In 1898, A.D. Ferris, Frasier Mackay and a Mr. Hanson, entered into a partnership to build a new stone block on Pipestone’s East Olive Street (now Main Street). They owned adjacent frame buildings and planned to have them moved to other parts of town before the construction of a two-story stone building which would reach across their three lots. The project got under way when the buildings were moved and the lots cleared in August of that year.
After the first floor was built, Mr. Mackay left the project and finished his part of the building on his own. Mr. Ferris bought Mr. Hanson out and expanded his vision for the other two-thirds of the building. Mr. Ferris’ new vision included a grand opera house on the second floor with a partial third floor balcony. There was to be a stage across the south end and a horseshoe balcony on the north. In order to fund his civic project, Ferris asked the community to subscribe seats at $5 each. Ferris also took a silent partner at this time, his daughter Mittie Manuel, and fifteen community members put up $100 each in order to seal the public’s interest and support.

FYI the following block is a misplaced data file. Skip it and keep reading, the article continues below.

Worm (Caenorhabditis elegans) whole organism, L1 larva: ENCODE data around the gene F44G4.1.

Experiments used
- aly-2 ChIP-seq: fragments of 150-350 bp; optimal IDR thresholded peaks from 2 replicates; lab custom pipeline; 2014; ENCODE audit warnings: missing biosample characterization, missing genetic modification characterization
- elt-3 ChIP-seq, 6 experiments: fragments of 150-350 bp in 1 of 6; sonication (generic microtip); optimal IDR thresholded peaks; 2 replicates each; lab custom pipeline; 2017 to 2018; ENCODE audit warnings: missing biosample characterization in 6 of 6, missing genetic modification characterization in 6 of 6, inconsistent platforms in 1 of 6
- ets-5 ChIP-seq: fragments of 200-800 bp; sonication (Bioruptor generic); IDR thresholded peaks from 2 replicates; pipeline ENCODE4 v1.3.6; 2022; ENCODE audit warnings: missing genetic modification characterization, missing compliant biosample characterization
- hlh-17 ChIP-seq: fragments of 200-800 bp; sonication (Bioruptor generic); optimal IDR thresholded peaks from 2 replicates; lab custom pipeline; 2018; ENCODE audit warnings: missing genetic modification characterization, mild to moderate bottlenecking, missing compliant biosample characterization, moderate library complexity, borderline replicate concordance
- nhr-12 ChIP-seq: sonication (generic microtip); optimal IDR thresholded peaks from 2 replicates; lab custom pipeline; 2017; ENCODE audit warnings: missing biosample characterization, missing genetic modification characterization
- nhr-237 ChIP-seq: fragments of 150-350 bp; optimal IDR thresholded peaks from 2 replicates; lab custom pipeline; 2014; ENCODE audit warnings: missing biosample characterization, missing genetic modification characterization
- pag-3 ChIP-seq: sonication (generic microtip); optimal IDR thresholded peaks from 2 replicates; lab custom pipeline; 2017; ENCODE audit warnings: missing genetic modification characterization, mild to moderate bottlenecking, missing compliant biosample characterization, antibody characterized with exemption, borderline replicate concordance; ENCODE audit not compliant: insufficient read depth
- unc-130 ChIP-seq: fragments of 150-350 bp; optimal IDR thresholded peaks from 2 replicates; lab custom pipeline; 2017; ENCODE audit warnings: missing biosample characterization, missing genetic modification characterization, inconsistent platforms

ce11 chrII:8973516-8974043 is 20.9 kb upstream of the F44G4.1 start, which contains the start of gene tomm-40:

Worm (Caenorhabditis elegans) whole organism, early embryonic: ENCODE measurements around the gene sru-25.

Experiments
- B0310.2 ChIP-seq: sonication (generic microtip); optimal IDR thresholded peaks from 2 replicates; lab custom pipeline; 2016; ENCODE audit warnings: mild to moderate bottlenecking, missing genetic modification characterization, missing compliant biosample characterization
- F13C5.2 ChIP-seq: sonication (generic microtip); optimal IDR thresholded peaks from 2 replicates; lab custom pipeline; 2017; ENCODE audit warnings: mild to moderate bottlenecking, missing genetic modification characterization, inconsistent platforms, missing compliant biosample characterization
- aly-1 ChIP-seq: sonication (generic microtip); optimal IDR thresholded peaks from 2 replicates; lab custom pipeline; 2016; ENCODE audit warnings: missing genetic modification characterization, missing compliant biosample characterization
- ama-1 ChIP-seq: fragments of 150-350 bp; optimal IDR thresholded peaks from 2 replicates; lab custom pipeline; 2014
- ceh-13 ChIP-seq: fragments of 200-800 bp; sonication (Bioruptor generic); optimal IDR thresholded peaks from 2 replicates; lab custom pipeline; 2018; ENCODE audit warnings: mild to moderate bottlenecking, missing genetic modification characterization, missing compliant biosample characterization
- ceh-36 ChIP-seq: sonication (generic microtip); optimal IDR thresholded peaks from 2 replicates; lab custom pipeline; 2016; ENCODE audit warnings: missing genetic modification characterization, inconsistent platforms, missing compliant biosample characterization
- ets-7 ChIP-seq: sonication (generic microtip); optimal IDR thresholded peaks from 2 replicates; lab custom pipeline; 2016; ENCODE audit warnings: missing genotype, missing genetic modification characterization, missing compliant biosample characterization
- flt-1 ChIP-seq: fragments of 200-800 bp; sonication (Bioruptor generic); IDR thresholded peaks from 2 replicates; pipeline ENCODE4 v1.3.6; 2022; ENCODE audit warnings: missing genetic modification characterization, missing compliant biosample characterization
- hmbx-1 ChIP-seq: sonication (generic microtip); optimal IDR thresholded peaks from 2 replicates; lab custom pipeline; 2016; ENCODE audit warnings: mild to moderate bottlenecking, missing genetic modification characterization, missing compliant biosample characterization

The second floor was laid in November and staging and joists raised for the partial third story. As the work season was winding down in other cities, stone masons and workmen arrived in Pipestone to push the Ferris Grand Block to the finish. The stonework was completed by November 17 and Ferris and his investors held a short dedication ceremony in the unfinished building later that month.
The carpentry crew came in in December to work on the interior woodwork. The heating plant was installed and operational by mid-December and plastering of the walls has begun. The local newspaper proclaimed the playhouse finished, the text of the article amending that to “practically finished,” on February 17, 1899.
As the finishing touches were being put on the Opera Hall on the second floor, the rental portions of the building were filling up. One of the two separate retail storefronts on the street level was occupied by the Savings Bank Department Store and Doctors A.H. and W.A. Brown moved into their new office quarters in the second floor, renting the entire suite of four rooms.
Opening day for the Opera Hall, which had been initially planned for January 1, 1899, finally took place on March 8,1899 to a packed house. A traveling theatrical group was hired and several local youths participated as stage hands. The community pegged opening night a great success, (although it was allowed the show itself wasn’t that great!)
Read more on the Construction & Opening of the Ferris Grand Block in the booklet “Another Stone Block” available on our online gift shop. Visit our website at and click on “Gift Shop,” and search under books!